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Accessibility barriers hamper vaccination efforts in Calgary’s northeast

Transportation, language and registration are major barriers to improving vaccine uptake in Calgary’s northeast, said an executive from the Centre for Newcomers.

In the COVID-19 update at Calgary’s Emergency Management committee meeting on Tuesday, councillors heard the discrepancy in vaccination rates between the east and west sides of Calgary. East Calgary, particularly the northeast, is below 50 per cent, while the west is much higher. Getting access to vaccines for all Calgarians remains paramount for the City’s plans to reopen this summer. 

Coun. George Chahal, whose Ward 5 covers the city’s northeast, pointed out the 39.8 per cent vaccination rates in that quadrant. It’s the lowest in Calgary.

Vaccine rates in Calgary, according to City information. CITY OF CALGARY PRESENTATION

“From what I’ve been hearing people want to get vaccinated, but it’s the barriers of accessibility. What are we doing and how are we advocating to break down those barriers and get more folks vaccinated in their communities?” said Chahal.

Calgary Emergency Management Agency Chief Sue Henry said her team is working closely with the Calgary East Zone Newcomers Collaborative to identify the specific barriers facing individuals in these areas of the city.

“It’s one of the spaces that we’re spending a significant amount of time right now to try to to bring down some of those barriers so that all Calgarians can have access to a vaccine,” Henry said.

Thousands of Calgarians face systemic barriers

Anila Lee Yuen, CEO of the Center for Newcomers, said that many of these barriers are systemic. 

Lee Yuen said transportation and access can be major challenges for people trying to get to vaccine centers. She adds that the process of registering for an appointment is another obstacle.

“You have to register by going online. That is a huge barrier for many people as well. The other piece is that if you are somebody that’s working shift work, you are potentially working two or three part-time jobs, said Lee Yuen. 

“You don’t know what your schedule is two to three weeks out in advance, it’s extremely difficult for you even if you are able to access the internet and navigate to the site and make the booking.”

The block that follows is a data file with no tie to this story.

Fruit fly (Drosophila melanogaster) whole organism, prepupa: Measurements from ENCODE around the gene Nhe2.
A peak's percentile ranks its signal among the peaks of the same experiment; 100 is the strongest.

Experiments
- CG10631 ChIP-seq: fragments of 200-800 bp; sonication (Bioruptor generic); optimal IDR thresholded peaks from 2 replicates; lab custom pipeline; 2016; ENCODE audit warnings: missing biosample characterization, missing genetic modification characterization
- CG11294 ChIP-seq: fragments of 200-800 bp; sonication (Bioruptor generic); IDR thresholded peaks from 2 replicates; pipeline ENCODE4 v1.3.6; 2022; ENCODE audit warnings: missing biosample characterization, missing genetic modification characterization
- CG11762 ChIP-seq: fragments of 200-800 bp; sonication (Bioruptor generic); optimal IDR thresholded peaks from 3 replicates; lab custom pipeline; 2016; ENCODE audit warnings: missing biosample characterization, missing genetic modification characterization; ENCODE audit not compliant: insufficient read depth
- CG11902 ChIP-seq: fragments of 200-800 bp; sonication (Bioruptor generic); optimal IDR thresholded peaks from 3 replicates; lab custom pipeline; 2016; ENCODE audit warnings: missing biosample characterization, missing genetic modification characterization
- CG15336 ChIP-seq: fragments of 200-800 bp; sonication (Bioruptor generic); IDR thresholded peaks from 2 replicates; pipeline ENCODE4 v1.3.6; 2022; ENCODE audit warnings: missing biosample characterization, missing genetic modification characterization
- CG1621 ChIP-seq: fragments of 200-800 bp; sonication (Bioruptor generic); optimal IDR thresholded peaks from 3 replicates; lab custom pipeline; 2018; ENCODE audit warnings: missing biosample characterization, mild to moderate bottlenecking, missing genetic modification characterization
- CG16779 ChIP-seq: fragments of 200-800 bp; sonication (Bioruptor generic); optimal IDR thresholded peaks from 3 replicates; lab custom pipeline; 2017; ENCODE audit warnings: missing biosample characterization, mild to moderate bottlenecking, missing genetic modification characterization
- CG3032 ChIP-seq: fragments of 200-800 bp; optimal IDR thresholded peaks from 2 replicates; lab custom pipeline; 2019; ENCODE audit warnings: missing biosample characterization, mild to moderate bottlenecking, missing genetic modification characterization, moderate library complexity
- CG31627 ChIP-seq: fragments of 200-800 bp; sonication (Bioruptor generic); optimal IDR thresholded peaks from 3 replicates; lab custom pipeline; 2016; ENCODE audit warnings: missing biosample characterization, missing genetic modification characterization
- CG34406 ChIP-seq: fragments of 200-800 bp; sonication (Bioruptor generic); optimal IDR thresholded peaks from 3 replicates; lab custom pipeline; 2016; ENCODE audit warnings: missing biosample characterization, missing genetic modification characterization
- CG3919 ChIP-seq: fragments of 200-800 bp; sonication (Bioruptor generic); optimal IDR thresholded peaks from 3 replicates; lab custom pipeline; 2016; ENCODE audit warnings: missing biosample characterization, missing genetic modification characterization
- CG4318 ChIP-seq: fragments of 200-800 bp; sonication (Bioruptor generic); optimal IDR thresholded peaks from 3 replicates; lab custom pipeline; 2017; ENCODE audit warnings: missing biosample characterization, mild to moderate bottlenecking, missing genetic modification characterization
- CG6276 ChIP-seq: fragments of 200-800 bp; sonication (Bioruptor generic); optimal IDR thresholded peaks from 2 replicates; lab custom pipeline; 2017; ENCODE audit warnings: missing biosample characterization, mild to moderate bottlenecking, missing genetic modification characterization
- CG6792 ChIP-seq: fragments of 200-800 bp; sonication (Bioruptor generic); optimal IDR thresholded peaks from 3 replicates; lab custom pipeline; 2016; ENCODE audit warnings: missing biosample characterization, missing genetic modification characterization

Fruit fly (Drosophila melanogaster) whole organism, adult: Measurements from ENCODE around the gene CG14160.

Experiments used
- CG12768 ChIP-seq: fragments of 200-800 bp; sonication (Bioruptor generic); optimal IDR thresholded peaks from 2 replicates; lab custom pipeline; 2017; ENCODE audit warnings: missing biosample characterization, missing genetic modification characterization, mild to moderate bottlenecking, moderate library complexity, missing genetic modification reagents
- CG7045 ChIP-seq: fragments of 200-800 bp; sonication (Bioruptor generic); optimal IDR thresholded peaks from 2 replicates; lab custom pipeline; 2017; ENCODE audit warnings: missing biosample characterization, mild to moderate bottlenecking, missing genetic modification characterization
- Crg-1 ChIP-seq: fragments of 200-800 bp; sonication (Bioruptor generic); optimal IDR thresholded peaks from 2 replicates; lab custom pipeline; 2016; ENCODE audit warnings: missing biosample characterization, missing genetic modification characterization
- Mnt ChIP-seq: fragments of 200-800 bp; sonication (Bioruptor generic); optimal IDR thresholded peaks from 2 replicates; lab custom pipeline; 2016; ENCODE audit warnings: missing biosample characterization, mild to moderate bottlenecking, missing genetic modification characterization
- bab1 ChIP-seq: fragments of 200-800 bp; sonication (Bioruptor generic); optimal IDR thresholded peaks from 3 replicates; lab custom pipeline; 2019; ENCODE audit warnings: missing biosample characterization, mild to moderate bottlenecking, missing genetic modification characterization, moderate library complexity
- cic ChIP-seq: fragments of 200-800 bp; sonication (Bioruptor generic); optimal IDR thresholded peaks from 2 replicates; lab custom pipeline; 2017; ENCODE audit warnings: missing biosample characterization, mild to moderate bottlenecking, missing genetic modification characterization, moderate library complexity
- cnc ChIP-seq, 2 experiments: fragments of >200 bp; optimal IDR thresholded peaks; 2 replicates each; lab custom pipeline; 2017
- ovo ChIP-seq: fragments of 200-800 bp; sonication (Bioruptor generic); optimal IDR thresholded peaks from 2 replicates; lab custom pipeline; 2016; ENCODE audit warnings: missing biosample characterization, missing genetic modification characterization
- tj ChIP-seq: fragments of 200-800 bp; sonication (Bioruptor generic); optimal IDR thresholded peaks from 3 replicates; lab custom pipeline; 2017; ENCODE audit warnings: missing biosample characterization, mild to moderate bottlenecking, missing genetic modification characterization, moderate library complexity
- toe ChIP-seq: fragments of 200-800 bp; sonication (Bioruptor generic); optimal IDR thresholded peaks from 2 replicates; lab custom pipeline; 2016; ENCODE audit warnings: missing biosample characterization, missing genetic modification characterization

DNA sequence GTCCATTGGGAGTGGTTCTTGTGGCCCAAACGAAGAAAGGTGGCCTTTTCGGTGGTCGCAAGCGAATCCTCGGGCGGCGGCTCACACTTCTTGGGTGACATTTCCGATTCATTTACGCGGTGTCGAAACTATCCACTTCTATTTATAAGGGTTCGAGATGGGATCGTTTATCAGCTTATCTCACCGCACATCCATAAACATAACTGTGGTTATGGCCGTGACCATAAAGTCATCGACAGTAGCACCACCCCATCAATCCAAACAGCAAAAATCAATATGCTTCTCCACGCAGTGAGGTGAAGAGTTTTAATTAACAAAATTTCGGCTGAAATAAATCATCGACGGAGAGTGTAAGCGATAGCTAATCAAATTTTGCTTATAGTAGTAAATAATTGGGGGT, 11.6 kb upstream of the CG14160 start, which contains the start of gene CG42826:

Henry pointed out that the City has been advocating for mobile and drop-in based vaccine clinics and sites. These are targeted towards communities with lower rates of vaccination, as well as the homeless population. 

“We also continue to work with the local physician groups, to ensure that if they’re able to provide vaccinations to the community that we’re able to support the logistics in behind them, to increase the hours, increase the availability and dispel some of the myths around vaccine hesitancy,” Henry said.

Ethno- cultural diversity isn’t necessarily a factor

Chahal also brought up the factor of ethnic diversity in these areas, and whether this played a role in vaccine rates throughout Calgary. 

Henry said that race based data about the general population is available, but that more specific information regarding vaccine rates in diverse communities is purely anecdotal. This information is mainly provided by the Calgary East Zone Newcomers Collaborative.

“We cannot get that granularity of data from Alberta Health or Alberta Health Services that would give us the specific demographic information about the rate,” Chief Henry said.

Lee Yuen said that she hasn’t seen many differences in vaccine uptake in ethno-cultural groups, but rather those that face systemic barriers.

She said that outreach clinics are incredibly important for getting more Calgarians in the East zone vaccinated, especially because many are essential or shift workers. 

Breaking down language barriers is also key.

“Being able to provide the information in first language in multiple ways for trusted resources is also extremely important to be able to eliminate barriers around vaccine questions,” said Lee Yeun.

She added that assistance for Calgarians whose first language is not English is always available.

“If people need assistance, anything related to COVID, in their first language, they can call 1-833-217-6614. And if they would prefer English, please call 211,” Lee Yuen said.